Media Literacy has an important role to play in these discussions. And this point was mentioned a number of times both in print and on television. Perhaps it was best summed up by Barry Duncan, President of the Ontario based Association for Media Literacy, in his letter to the Toronto Star on November 7, 1994. Duncan writes: "The answer is not in banning such programs but in finding meaningful contexts for discussion . . . Both elementary school teachers and parent teacher groups need to confront these issues through learning media literacy skills. These are democratic, media based, critical thinking skills which address the social, political, and commercial messages in media and popular culture and how we can make sense of them. Armed with the right critical tools, why can't we get these groups together to listen to the voices of our children and their experience with the media?"

And published at the same time as these articles were one or two which pointed out that video games would now carry warning labels about sex, graphic violence and foul language. The Toronto Star ran an article on these new labels and immediately below that article ran one on a new CRTC decision on infomercials. The CRTC approved showing of infomercials - extended sales pitches running at least 30 minutes for everything from food processors to car wax. - at any time of day. Previously they were restricted to being shown between midnight and 6 am. Infomercials often consist of frantic demonstrations, chit chat and celebrity testimonials, with a 1-800 number for viewers to place orders. Is the Toronto Star trying to tell us something?

There is no final word on the Power Rangers saga but as I write this article word is received that a cleaned-up Power Rangers will air on Global. A brief article in the Toronto Star, November 13, 1994, carried the following quote by Doug Hoover, national vice-president on programming for the CanWest Global System:

The vast majority of the responses we have received maintain that watching this program is a personal decision for parents and children to make together and that we should continue to broadcast Power Rangers. A number of parents strongly supported Power Rangers because of its reinforcement of positive social values and role models. We have successfully modified the series to reflect the Canadian environment. Effective the week of November 21, we will be presenting this revised Canadian version . The portions of these programs where the Power Rangers fight the Puttys will emphasize the athletics and action of the conflict and de-emphasize direct kicking and hitting.

Louise Brown, writing in the November 19, 1994, Toronto Starweek Magazine, refers to the Power Rangers as a camp cross between a Godzilla rock video and cheesy high school soap. She goes on to say that . . . "with all the other tributes to testosterone on the tube, from X-Men to Transformers, to say nothing of Power Rangers clones, Superhuman Samurai Syber-Squad, yanking one show off the air is like fighting a plague of locusts with a fly swatter. It makes more sense to teach kids to enjoy the super-hero genre safely than to try to stamp out individual shows."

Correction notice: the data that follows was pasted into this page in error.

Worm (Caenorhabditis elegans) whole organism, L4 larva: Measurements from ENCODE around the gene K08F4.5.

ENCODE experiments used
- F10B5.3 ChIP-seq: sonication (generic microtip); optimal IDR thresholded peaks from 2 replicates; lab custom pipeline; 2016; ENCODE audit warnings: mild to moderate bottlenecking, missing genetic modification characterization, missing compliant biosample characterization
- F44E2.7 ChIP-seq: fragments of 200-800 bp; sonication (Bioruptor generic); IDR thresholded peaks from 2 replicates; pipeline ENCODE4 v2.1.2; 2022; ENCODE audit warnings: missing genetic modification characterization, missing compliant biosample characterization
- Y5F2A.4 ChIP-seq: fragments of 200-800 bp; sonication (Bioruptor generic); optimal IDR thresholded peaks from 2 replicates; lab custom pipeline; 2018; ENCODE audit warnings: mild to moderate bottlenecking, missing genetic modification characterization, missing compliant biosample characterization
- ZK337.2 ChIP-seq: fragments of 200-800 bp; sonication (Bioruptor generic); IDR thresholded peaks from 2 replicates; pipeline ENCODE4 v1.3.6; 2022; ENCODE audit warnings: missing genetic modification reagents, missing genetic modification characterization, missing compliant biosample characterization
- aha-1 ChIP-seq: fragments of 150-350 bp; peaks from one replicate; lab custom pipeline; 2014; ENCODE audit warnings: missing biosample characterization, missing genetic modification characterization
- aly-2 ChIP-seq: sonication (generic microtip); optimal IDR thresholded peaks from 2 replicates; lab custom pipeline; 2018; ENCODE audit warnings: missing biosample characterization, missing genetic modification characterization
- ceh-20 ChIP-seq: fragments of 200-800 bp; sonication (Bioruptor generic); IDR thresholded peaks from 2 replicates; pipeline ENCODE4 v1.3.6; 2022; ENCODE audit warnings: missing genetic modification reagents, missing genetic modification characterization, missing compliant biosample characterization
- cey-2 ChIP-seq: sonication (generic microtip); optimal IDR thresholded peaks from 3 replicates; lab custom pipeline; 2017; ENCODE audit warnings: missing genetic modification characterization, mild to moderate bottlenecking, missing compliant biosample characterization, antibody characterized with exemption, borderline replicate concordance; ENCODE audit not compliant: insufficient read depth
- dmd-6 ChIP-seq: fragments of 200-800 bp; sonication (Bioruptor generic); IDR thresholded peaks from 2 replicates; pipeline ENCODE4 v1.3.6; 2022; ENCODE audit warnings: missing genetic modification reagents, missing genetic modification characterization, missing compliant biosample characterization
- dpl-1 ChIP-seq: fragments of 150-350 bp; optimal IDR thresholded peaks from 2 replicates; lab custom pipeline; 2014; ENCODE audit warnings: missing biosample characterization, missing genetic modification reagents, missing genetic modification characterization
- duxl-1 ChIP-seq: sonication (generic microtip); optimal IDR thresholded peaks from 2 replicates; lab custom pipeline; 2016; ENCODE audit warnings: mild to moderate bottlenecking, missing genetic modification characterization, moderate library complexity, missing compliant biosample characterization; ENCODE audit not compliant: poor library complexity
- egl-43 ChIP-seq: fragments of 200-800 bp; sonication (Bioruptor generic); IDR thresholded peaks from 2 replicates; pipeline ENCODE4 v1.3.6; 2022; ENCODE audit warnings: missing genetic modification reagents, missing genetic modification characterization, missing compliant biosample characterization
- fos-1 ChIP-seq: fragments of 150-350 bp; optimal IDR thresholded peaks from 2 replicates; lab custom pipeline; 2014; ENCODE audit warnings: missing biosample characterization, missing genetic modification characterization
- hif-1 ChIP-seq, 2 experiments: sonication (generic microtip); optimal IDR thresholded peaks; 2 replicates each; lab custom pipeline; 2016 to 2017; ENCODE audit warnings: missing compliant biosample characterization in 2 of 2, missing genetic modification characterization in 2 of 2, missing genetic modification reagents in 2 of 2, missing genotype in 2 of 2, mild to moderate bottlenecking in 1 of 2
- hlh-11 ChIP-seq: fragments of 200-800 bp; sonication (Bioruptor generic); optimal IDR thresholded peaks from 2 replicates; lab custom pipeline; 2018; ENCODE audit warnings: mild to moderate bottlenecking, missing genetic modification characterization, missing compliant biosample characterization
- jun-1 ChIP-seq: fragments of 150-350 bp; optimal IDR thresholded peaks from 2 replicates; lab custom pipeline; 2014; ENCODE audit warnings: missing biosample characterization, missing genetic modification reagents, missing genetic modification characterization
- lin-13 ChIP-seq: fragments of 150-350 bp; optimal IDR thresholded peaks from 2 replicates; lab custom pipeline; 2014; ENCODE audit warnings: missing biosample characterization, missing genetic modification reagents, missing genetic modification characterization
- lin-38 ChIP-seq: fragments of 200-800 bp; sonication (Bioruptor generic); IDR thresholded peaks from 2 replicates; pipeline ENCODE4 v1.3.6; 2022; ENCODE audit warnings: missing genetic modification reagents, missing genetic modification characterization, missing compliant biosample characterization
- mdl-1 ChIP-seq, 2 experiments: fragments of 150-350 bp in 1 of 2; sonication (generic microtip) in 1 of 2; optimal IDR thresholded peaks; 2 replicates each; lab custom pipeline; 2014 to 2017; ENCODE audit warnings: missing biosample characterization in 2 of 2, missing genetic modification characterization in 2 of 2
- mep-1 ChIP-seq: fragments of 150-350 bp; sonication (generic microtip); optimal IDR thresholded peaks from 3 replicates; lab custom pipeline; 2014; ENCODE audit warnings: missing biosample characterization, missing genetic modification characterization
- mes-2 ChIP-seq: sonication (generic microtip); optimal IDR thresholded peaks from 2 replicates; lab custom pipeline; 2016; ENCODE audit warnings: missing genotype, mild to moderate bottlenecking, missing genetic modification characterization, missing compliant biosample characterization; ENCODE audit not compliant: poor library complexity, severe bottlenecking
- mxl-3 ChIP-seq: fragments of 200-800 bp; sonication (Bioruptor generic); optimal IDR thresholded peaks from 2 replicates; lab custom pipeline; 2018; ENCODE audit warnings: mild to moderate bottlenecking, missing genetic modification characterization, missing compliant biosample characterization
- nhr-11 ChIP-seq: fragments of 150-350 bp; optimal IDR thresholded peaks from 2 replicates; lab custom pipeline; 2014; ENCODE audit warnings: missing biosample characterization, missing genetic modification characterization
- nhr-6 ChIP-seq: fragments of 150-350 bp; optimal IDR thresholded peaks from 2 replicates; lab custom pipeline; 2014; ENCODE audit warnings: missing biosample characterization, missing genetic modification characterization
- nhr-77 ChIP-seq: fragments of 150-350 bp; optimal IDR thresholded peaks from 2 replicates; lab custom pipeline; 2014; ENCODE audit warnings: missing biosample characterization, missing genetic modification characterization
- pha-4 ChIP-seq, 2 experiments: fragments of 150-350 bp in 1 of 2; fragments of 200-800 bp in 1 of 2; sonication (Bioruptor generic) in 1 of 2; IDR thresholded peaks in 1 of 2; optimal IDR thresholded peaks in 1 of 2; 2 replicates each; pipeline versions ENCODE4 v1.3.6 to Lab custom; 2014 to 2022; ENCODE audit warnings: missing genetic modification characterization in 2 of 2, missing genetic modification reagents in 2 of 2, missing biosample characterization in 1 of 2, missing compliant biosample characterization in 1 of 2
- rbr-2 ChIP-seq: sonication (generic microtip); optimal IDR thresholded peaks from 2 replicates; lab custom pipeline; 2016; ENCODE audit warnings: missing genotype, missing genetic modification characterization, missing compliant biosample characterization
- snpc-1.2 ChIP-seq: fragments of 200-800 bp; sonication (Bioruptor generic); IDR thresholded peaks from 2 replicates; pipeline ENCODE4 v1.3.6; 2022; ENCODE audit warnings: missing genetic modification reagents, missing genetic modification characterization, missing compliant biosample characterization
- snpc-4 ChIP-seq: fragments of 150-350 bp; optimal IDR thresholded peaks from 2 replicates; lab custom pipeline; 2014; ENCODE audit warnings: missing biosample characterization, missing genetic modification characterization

And Brown offers some Media Literacy tips for dealing with Power Rangers. Point out the fact that two of the six are girls, and their races are different but they all get along. Turn the sound down and show them how big a role the deafening guitar plays in glamorizing the fight scenes, which doesn't happen in real life. . . "The trick is to help them play creatively, not destructively," says educator Jane Meyer of British Columbia, who has done much research on superhero play. "Tell them violence is out in real life, even though they fight on TV. Provide a variety of other creative toys not based on TV shows and if necessary, limit the time they can play TV superhero so they'll be forced to diversify their games. Rather than trying to ban shows like Power Rangers, parents, schools, and even church groups might be better to let children express their interest in creative ways." Besides, parents can't hope to wipe evil from the race of TV. That's a superhero's job.

While Global, in what has been called a typical Canadian compromise, will emphasize the positive and tone down the negative, there is no word as to whether or not YTV will reinstate Power Rangers in the new Canadian version. Those wishing to see the original will still be able to watch it via cable on the U.S.-based Fox network. And so it goes.


John J. Pungente, SJ
Jesuit Communication Project
300 - 47 Ranleigh Avenue
Toronto, Ontario
CANADA M4N 1X2
Phone: (416) 488-7280
Fax: (416) 488-8360